Ferme St-Ours has grown substantially since then, standing out of the crowd with its niche productions. Ferme des Patriotes is the largest organic egg operation in Canada. Recently, sunflowers were added to the crop rotation, for the production of organic sunflower oil, also used in salad dressing. “Sunflowers are so beautiful. People from the area really appreciated the view,” Bourgeois says.
Ferme St-Ours’ shop is open every morning, even Saturdays and Sundays. Customers may purchase fresh eggs, organic maple products and organic sunflower products. “This represents a very small part of our farm income, but we do it because we like it,” she says. “It’s important to have a contact with consumers and to inform them about today’s agriculture.”
Serge Lefebvre oversees crops, egg production and overall farm management. Chantal Bourgeois takes care of accounting and Martine manages feed and vaccination programs, the farm shop and the production of maple and sunflower products.
Career in nutrition
Martine Bourgeois has kept her position as full-time manager of poultry nutrition and development with Shur-Gain for Quebec and the Atlantic provinces.
She has developed and implemented nutrition programs for several types of poultry production: omega-3 eggs, organic eggs, eggs enriched with omega-3 and lutein, “grain-fed” chicken, antimicrobial-free chicken, hatching eggs, turkey, duck, goose, quail, guinea-fowl and pheasant.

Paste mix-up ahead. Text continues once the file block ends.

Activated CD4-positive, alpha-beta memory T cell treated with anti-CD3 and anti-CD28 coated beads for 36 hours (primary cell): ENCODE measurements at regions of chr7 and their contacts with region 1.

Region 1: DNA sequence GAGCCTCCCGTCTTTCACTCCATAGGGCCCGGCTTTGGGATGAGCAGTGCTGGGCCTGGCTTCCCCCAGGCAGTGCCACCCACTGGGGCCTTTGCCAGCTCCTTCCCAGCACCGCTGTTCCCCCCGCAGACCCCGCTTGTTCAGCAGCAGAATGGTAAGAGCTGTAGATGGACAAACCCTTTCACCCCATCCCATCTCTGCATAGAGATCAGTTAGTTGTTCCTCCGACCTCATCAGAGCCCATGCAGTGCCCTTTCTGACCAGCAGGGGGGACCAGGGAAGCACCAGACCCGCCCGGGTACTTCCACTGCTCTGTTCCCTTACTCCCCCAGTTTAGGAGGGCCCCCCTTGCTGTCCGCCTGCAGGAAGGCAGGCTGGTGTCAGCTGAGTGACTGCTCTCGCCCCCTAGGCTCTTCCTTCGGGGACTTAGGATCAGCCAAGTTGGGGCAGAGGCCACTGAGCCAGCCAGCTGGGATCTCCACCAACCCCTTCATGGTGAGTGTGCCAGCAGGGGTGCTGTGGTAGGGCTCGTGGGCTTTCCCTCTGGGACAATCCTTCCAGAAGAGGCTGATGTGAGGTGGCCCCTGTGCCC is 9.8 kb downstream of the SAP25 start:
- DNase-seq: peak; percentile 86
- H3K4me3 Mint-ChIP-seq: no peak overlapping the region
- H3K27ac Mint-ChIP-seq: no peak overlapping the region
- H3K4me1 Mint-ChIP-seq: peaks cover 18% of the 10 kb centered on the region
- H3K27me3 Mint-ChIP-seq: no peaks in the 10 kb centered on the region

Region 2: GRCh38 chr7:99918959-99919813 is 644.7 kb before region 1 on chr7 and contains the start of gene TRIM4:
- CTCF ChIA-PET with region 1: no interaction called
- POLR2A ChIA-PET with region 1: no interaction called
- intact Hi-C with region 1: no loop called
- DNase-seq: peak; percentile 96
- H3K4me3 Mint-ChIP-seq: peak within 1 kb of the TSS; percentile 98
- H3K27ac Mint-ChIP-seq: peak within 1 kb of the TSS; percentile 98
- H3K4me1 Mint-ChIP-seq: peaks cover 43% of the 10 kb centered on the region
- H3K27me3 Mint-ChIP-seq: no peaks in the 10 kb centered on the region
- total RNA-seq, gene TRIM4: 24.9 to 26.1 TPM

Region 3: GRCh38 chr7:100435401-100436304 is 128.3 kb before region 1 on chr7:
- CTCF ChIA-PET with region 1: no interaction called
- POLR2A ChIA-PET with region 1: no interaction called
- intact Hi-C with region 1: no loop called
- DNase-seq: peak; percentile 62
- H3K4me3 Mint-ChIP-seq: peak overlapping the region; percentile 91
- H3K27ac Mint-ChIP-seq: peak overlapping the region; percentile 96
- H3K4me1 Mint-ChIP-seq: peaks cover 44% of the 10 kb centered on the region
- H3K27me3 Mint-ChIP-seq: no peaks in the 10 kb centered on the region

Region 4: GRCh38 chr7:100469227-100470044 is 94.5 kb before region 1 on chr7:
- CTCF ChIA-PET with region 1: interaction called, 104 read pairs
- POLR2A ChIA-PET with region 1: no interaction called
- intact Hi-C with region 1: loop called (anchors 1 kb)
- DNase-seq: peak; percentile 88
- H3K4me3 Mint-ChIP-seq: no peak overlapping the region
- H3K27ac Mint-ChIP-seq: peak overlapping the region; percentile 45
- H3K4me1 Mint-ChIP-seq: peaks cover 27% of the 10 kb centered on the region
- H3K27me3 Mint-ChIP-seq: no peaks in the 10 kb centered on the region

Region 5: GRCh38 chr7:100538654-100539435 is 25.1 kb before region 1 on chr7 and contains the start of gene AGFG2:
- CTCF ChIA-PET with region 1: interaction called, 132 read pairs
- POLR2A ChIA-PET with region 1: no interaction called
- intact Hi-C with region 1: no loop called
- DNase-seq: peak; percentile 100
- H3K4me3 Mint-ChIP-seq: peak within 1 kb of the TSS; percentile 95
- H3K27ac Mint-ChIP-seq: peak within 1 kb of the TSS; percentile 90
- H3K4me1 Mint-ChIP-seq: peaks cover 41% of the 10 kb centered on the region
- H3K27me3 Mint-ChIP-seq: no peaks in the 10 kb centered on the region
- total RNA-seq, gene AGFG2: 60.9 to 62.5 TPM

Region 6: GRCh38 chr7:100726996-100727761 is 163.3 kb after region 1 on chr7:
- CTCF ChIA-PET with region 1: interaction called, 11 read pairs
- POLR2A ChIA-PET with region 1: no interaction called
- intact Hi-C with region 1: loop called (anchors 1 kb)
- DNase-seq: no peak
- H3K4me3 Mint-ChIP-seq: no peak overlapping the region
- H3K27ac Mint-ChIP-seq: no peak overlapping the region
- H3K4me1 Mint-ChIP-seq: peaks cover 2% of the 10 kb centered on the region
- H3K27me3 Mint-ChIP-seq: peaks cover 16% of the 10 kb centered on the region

The goals for every feed program are always the same – improving bird health and feed efficiency, reducing environmental impacts and improving flock profitability.
Bourgeois works with nutritionists from other provinces, sometimes from other countries. With researchers from Nutreco (the company that owns Shur-Gain) in Spain and Netherlands, she has come up with ÉCOPONTE, a program recently introduced in Quebec. The amount of crude protein in the feed is diminished, but egg production is maintained. This allows for lower production costs and less nitrogen in the manure.
Despite a double workload at both the farm and Shur-Gain, Bourgeois has volunteered on a number of industry committees, such as AQINAC (feed industry association), CRAAQ (agricultural information centre) and the Quebec Order of Agronomists. She was also deeply involved in her children’s education.
With 30 years of experience, Bourgeois now realizes that the values taught by her parents, such as being open to the world, listening, working hard and following one’s dreams are extremely important. She now wishes to transmit her knowledge to her colleagues at Shur-Gain, to encourage them to build their own networks and fetch the most up-to-date information from wherever it may be found in the world.
There will always be a place on the farm for Bourgeois’ two daughters and sons, as well as her nephews, should they wish to come back after their studies and having gathered professional experience. All have worked on the farm and some still do.
“The door is open,” Bourgeois says. “We never know what the future holds.”